Sept. 11, 2016 11:14 a.m. ET
A major financial scandal swirling around the Malaysian prime minister is drawing fresh attention to his glamorous wife, Rosmah Mansor, who newly revealed documents show has racked up at least $6 million in credit card charges in recent years—despite having no known source of income beyond her husband’s salary.
At an anticorruption rally last month in Kuala Lumpur, hundreds of students, young professionals and other demonstrators took to the streets behind a cardboard caricature of a meticulously coiffed woman carrying a Hermès handbag, demanding an investigation into Ms. Rosmah’s finances.
“She said she saved that money since she was small. That is impossible,” said Anis Syafiqah Mohd. Yusuf, a 24-year-old student from the University of Malaya who helped organize the protest.
Najib Razak and Rosmah Mansor outside the prime minister’s office after he was sworn in as prime minister in 2009. PHOTO by SAEED KHAN, AFP, GETTY IMAGES
Ms. Rosmah’s jewel-bedecked public appearances have long made her a polarizing figure in this relatively poor, Southeast Asian country. She is the only child of schoolteachers, hasn’t had a regular paying job in years and her husband, Prime Minister Najib Razak, is a longtime bureaucrat with an annual salary of $100,000.
Ms. Rosmah, 64 years old, says she has a habit of saving. “I have bought some jewelry and dresses with my own money. What is wrong with that?” she wrote in her 2013 autobiography.
Malaysia’s Prime Minister Najib Razak and his wife Rosmah Mansor
But allegations that Mr. Najib received hundreds of millions of dollars siphoned between 2009 and 2015 from 1Malaysia Development Bhd., a state investment fund he set up, are bringing renewed scrutiny of her.
Extensive bank-transfer records reviewed by the Journal showed that large sums from 1MDB wound up in the prime minister’s personal accounts via intermediaries.
The records were also cited in a civil lawsuit filed by the U.S. Justice Department in July seeking the seizure of more than $1 billion of assets from people connected to Mr. Najib. The lawsuit doesn’t name Mr. Najib, but a person with direct knowledge of the investigation said the “Malaysian Official 1” in the complaint is Mr. Najib.
Mr. Najib has denied wrongdoing. His attorney general, without releasing documentation, described the money as a legal political donation from Saudi Arabia, most of which he said was returned. The Saudis have offered only vague statements.
The Wall Street Journal reported this year, citing banking documents, that at least $1 million in purchases made by Ms. Rosmah at jewelry and fashion stores in Europe and the U.S. in 2014 were paid for by Mr. Najib using credit cards that drew on 1MDB funds. The couple declined to comment at the time.
New documents seen by the Journal show those expenses are part of at least $6 million in spending by Ms. Rosmah between 2008 and 2015 on clothing, shoes and jewelry from London’s Harrods department store, Saks Fifth Avenue of New York and elsewhere.
Ms. Rosmah hasn’t commented on that spending. Attempts to reach her and Mr. Najib for this article were unsuccessful.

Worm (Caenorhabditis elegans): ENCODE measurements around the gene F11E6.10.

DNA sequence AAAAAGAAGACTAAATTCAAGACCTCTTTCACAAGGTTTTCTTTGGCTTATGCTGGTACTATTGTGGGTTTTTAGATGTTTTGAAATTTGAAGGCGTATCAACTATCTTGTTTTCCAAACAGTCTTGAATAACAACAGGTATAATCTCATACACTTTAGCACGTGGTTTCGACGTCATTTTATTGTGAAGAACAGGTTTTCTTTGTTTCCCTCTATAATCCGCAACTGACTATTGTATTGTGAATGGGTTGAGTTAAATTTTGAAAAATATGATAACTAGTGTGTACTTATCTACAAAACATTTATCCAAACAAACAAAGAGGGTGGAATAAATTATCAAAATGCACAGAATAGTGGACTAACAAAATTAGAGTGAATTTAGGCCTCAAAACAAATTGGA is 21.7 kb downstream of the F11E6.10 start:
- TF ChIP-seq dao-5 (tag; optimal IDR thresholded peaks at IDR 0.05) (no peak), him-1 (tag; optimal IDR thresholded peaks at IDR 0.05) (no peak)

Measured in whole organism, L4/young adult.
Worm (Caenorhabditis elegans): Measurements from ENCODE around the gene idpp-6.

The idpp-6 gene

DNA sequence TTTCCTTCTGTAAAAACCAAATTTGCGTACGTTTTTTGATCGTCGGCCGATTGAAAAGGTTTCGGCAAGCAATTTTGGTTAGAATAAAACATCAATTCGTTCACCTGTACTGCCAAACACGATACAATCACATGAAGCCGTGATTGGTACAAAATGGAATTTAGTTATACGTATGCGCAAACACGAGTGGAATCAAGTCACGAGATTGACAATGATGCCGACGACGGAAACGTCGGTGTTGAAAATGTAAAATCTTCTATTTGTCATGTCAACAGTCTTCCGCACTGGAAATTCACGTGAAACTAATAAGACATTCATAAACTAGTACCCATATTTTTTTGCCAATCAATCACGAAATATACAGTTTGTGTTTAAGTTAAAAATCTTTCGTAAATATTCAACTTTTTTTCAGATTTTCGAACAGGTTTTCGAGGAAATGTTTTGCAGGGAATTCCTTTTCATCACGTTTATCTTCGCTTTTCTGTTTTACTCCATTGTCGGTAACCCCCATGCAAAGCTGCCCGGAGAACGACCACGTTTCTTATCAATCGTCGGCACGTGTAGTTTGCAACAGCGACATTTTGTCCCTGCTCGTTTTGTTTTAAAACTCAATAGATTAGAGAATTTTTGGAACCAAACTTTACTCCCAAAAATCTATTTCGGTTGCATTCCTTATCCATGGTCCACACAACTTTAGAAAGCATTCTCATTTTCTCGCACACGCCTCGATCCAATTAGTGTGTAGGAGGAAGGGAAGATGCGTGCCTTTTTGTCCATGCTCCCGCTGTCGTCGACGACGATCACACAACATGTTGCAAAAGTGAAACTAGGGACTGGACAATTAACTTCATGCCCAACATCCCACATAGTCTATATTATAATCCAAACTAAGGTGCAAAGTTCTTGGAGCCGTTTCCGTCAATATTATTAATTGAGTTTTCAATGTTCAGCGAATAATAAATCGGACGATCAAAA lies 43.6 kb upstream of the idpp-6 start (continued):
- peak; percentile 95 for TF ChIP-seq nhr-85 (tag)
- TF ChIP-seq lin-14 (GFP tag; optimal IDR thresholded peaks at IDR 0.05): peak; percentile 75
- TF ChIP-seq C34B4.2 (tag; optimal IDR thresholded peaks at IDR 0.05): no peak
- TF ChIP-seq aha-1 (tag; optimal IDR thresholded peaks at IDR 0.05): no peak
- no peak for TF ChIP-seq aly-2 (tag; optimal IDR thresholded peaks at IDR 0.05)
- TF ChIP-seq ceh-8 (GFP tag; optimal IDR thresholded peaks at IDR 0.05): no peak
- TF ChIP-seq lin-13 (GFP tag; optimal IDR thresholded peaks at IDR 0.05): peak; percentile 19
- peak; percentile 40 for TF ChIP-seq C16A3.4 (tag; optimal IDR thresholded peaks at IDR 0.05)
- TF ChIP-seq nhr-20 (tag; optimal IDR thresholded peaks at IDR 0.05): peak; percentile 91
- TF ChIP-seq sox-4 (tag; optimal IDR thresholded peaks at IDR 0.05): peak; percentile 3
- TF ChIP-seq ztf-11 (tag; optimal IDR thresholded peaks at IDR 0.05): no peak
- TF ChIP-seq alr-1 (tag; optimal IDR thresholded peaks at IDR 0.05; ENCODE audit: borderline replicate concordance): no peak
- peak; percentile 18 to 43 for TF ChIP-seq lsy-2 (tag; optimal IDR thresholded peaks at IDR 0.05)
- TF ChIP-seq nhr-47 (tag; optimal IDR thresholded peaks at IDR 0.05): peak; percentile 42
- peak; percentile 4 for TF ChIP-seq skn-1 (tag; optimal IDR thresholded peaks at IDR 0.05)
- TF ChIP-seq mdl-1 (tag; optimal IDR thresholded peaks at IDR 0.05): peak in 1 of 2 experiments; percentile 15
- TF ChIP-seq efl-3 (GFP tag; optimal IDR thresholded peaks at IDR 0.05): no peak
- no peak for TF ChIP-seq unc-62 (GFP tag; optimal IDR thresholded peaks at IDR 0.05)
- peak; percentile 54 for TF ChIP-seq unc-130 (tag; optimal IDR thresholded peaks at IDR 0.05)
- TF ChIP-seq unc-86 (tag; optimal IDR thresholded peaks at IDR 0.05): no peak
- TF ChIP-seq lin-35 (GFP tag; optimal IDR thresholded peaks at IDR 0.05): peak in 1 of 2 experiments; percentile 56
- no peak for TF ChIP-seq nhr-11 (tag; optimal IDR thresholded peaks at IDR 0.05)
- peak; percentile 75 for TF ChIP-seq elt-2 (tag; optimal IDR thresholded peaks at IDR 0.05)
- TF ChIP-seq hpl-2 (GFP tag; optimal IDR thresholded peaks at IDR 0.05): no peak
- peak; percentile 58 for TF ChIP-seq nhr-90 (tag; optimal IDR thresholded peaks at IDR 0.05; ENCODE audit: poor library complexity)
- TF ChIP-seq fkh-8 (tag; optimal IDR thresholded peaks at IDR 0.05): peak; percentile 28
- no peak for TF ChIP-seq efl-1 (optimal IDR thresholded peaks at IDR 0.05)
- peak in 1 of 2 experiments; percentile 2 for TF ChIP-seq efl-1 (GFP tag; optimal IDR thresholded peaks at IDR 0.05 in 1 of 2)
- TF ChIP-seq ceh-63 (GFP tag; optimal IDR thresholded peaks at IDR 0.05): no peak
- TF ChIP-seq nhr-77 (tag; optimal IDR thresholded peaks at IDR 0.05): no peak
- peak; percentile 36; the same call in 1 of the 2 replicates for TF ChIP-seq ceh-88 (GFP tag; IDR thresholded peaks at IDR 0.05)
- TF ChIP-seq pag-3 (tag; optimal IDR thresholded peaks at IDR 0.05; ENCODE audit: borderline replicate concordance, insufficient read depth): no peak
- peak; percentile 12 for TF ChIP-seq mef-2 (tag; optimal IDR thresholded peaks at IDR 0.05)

The prime minister’s office last year said the first family’s spending was commensurate with Mr. Najib’s inheritance from his father, a former prime minister. His four brothers later denied their father had left a big estate, without giving details. Mr. Najib issued another statement describing his father as frugal and a man of integrity, without addressing the inheritance.
When the 1MDB scandal broke in July 2015, Ms. Rosmah advised her husband to tough it out, according to a person who knows the family. “My advice [to Mr. Najib] is to be very, very patient as this is a test from Allah,” she said at an April event, according to local media reports.
The person also said Ms. Rosmah introduced her husband to Jho Low, the Malaysian financier who U.S. officials, in their lawsuit, charge was at the center of the alleged 1MDB scandal.
Ms. Rosmah has longstanding ties to Mr. Low; A decade ago, Mr. Low helped Ms. Rosmah and her son set up a British Virgin Islands company, according to Malaysian investigation documents seen by the Journal.
Attempts to reach Mr. Low for comment were unsuccessful.
Ms. Rosmah is “becoming more prominent” as more details of the 1MDB case come out, said James Chin, a Malaysian academic at the University of Tasmania.
Ms. Rosmah met Mr. Najib, who was chief minister of Pahang state, in the 1980s. She was working for a property company, but stopped soon after they were married.
After Mr. Najib became prime minister in 2009, she drew criticism for her ostentatious style. Photos appeared online of her with a dozen different Hermès Birkin bags, which can cost tens of thousands of dollars.
The U.S. lawsuit, which charges more than $3 billion was diverted from the fund, detailed how Ms. Rosmah’s son from an earlier marriage—a onetime banker named Riza Aziz—allegedly received tens of millions of dollars from 1MDB, which U.S. officials say he used to buy property in London, Los Angeles and New York and to finance a Hollywood film company.
The studio, Red Granite Pictures, has said that to its knowledge, none of its funding “was in any way illegitimate” and that Mr. Aziz “did nothing wrong.”
Zulkiflee Anwar Ulhaque, a cartoonist who has taken potshots at Ms. Rosmah, depicting her with huge rings and massive hair, was charged last year with sedition for questioning the impartiality of Malaysia’s judicial system. He denies the charges. A trial is set to begin this month.
He held a display of works, including more caricatures of Ms. Rosmah, in a field outside Kuala Lumpur this month. The opening was attended by opposition politicians and human-rights workers.
Write to Tom Wright at firstname.lastname@example.org
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